Friday 31 July 2020

A Postcard A Day - Friday 31 July 202 - Friday Smiles

Hello lovely girls, how are you all?

Another week has passed, and we have heard that England has quarantine measures for people coming from Spain. Bummer, I can see our trip at the end of August being cancelled. 

But I am here to tell you about my smiles and not my woes, so here goes: My postcard comes from Germany and is all about...bread! 
I love German bread. They eat a lot of rye bread, which I love. I can still remember when women could cut the bread by hand. A loaf under their arm and a large knife carving a thin slice from the bread. Wonderful. Do they still do it that way? Iris? Valerie?

The stamps are from the series of flowers. The flower on the right is Wiesenschaumkraut, or Lady's Smock in English. And the stamp on the left is Kapuzinerkresse, which is a type of nasturtium.
I love the sticker: Keep Calm and Stay at Home.

My week has been good. On Friday, I went walking with my friend and we walked a part of the Via Verde (the green way) which is a disused railway. This stretch included a railway tunnel. That was fun to walk through.
Then in the evening our friends D and P came for a BBQ. We had been looking forward to seeing our friends and having a good conversation. Great.

 No, I did not go to Holland, But my sister, who lives in England (when she's not in Spain) went to visit. Mum has a large apartment with a guest room as well, so we take it in turns to go and see her.

I documented that I had an ice cream. That is unusual, as I don't eat a lot of ice cream. But we had bought those mini magnums, which is just enough for me.
 Sunday is church day. We watch two church services online, then have a Zoom meeting with another couple with whom we form a house group. Then in the evening we do a bit of worship in a farm out in the country.
 Monday another walk with my friend. The abundant produce everywhere in the field lightened our spirit. Look at all these pears hanging over the fence!
After the walk we stopped at a cafe and had some freshly squeezed orange juice. The cigarette vending machine had an unfortunate name...

 On Tuesday I went to the post office to collect my mail, and in the evening hubby and I went to eat pizza in the village (5 minutes walk from our house). More smiles.
On Wednesday a small parcel was delivered. I didn't know what it could be as I hadn't ordered anything. It turns out to be a fake gold ring in a pretty box. Heaven knows what I am going to do with that. It is quite pretty but I don't wear jewelry (apart from a plain wedding band).
In the evening it rained! That is a big smile for us as it seldom rains and goodness knows the soil needs it.
Hubby (plus two other guys) has been working on the irrigation system.

Well, that was my week. Now I'm going to link up with Annie at A Stitch In Time and with Virginia at Rocking your Week Friday. Why don't you join me there?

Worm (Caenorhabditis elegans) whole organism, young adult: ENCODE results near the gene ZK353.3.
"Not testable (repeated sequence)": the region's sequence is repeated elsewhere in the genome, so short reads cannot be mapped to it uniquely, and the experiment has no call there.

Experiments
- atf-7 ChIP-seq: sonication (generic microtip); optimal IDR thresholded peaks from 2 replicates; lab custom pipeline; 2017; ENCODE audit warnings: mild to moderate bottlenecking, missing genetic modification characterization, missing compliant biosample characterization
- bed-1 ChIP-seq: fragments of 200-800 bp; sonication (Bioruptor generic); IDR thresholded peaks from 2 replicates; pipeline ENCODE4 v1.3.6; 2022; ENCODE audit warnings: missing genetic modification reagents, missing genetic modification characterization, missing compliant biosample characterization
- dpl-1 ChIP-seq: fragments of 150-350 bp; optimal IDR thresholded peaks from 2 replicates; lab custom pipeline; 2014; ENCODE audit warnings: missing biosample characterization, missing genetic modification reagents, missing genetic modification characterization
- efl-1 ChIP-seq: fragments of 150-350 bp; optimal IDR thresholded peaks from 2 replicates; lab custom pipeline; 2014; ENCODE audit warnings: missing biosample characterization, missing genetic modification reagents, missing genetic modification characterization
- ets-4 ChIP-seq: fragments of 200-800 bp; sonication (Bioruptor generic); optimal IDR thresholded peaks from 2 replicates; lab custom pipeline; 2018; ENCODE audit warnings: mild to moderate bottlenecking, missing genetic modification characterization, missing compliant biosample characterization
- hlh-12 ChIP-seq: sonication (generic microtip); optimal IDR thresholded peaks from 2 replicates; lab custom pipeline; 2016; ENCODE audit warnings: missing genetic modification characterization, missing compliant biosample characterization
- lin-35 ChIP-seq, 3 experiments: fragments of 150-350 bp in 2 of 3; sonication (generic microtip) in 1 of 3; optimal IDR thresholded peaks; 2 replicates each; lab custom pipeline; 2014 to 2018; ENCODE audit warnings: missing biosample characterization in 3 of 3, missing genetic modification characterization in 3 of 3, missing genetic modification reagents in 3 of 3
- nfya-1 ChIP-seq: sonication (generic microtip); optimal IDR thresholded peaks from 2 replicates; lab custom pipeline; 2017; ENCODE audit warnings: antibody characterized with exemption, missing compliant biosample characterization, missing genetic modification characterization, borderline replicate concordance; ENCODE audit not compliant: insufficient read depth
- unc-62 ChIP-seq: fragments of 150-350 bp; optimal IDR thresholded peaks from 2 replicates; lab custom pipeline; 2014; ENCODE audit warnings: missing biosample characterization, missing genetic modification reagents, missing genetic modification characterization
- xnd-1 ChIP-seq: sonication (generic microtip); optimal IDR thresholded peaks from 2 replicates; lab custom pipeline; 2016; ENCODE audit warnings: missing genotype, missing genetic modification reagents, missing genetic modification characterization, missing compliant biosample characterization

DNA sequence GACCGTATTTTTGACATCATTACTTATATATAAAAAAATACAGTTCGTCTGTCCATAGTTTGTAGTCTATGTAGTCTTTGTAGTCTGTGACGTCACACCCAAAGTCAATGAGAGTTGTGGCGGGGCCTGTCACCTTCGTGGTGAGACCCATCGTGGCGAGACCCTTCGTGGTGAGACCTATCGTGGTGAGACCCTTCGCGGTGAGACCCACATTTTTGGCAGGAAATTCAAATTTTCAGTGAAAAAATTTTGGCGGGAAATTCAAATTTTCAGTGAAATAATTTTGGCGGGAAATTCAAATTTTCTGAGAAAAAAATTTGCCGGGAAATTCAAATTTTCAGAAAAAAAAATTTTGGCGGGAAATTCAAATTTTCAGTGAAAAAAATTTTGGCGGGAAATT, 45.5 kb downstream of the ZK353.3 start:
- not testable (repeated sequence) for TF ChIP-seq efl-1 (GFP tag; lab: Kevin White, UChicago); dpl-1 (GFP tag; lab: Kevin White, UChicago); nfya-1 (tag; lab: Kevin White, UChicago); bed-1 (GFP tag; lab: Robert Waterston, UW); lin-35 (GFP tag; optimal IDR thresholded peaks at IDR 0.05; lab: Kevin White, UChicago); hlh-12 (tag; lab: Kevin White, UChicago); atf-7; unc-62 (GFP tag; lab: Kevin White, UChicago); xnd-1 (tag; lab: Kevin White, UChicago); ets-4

As per usual, I will put some funnies at the end.

Stay safe everyone!

Tuesday 28 July 2020

A Postcard A Day - Tuesday 28 July 2020 - T for little cup of joy and some history, plus a BBQ

reflections for the soul: if you wake up badly ... take a little cup of joy. Good morning)

Hello, Good morning lovely ladies!
Have you got your 'little cup of joy' ready? Then we can join Elizabeth and Bluebeard at the T-Party.

My postcard for today comes from the USA:

A  tongue in cheek statement that I don't agree with. But some people might. I do like a good glass of champagne at special occasions though. The back of this (advert) card reads: 

"When does luxury become a necessity? 
When it's Taitinger's Comtes de Champagne. 
One sip, and you'll recognize the elegance and finesse which are the hallmarks 
of Taitinger's style - and yours."

The stamps are interesting. I had fun reading up on these. Feel free to scroll past all this 'history lesson', as I don't want to bore you.

First of all Johns Hopkins was a very interesting man. Wikipedia writes this of him:
Johns Hopkins (May 19, 1795 – December 24, 1873) was an American entrepreneurabolitionist and philanthropist of 19th-century BaltimoreMaryland.
His bequests founded numerous institutions bearing his name, most notably Johns Hopkins Hospital, and Johns Hopkins University (including its academic divisions such as Johns Hopkins School of NursingJohns Hopkins School of Medicine, Johns Hopkins Carey Business SchoolJohns Hopkins Bloomberg School of Public Health, and Johns Hopkins School of Advanced International Studies).
Johns Hopkins grew up on a plantation. The Hopkins family were members of the Society of Friends (Quakers). In 1807, they emancipated their slaves in accordance with their local Society decree, which called for freeing the able-bodied and caring for the others, who would remain at the plantation and provide labor as they could.
Johns Hopkins is described as being an "abolitionist before the word was even invented", having been represented as such both prior to the Civil War period, as well as during the Civil War and Reconstruction Era. There are several accounts that describe the abolitionist influence Hopkins was privy to as a 12-year-old participant in his parents' emancipation of their family's slaves in 1807.
The Alliance of Progress was another thing I had never heard of. So I went to Wikipedia again:
Alliance for Progress  aimed to establish economic cooperation between the U.S. and Latin America.
The United States government began to strengthen diplomatic relations with Latin America in the late 1950s during the presidency of Dwight D. Eisenhower.